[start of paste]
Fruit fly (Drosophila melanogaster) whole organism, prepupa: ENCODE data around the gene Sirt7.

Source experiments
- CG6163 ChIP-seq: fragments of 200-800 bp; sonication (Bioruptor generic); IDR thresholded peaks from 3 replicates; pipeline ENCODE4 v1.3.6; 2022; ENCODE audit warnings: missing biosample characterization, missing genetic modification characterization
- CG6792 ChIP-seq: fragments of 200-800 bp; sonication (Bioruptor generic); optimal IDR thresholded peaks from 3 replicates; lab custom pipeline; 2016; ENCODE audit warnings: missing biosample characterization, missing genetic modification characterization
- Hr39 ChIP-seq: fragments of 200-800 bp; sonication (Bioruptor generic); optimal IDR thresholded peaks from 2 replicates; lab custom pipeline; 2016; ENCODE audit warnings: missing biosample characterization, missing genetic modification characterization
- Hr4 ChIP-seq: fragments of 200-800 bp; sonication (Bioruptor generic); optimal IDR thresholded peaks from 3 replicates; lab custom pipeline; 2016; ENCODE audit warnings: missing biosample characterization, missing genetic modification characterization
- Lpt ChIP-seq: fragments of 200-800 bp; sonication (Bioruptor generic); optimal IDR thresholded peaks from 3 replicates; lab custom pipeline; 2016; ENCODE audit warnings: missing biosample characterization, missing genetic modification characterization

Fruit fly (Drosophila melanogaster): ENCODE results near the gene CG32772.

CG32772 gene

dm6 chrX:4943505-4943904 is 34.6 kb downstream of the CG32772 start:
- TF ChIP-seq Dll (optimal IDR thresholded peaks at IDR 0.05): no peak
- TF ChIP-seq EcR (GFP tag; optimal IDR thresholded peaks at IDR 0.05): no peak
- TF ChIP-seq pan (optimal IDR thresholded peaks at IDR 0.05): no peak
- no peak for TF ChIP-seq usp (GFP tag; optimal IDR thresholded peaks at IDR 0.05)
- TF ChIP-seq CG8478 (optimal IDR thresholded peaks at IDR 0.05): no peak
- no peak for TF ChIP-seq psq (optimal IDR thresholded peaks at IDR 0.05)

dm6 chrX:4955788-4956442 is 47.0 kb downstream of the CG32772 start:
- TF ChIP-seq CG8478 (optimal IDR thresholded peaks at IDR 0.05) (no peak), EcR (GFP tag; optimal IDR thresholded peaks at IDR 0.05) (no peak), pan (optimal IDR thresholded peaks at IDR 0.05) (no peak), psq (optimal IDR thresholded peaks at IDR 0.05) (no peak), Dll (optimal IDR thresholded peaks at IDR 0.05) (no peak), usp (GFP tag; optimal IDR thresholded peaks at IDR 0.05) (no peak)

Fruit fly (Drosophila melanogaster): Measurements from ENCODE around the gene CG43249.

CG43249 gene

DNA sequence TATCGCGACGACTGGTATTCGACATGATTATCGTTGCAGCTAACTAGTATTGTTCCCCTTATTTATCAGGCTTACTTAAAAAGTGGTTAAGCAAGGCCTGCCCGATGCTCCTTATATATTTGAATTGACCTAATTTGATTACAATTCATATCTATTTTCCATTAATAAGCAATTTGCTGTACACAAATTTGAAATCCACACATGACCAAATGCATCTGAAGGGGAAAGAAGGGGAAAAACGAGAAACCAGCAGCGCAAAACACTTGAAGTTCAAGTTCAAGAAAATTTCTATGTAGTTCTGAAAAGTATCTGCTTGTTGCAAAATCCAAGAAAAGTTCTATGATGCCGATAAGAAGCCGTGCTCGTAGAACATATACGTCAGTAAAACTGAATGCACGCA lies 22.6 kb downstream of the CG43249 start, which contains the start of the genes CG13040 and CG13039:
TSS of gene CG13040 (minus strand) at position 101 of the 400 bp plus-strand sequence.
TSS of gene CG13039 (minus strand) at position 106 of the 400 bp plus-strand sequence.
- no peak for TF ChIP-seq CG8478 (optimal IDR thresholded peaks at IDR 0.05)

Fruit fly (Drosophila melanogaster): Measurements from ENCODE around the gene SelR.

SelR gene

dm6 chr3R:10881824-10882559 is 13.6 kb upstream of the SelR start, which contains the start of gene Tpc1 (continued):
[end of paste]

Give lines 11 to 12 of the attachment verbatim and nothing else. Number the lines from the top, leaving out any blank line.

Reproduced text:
- TF ChIP-seq Dll (optimal IDR thresholded peaks at IDR 0.05): no peak
- TF ChIP-seq EcR (GFP tag; optimal IDR thresholded peaks at IDR 0.05): no peak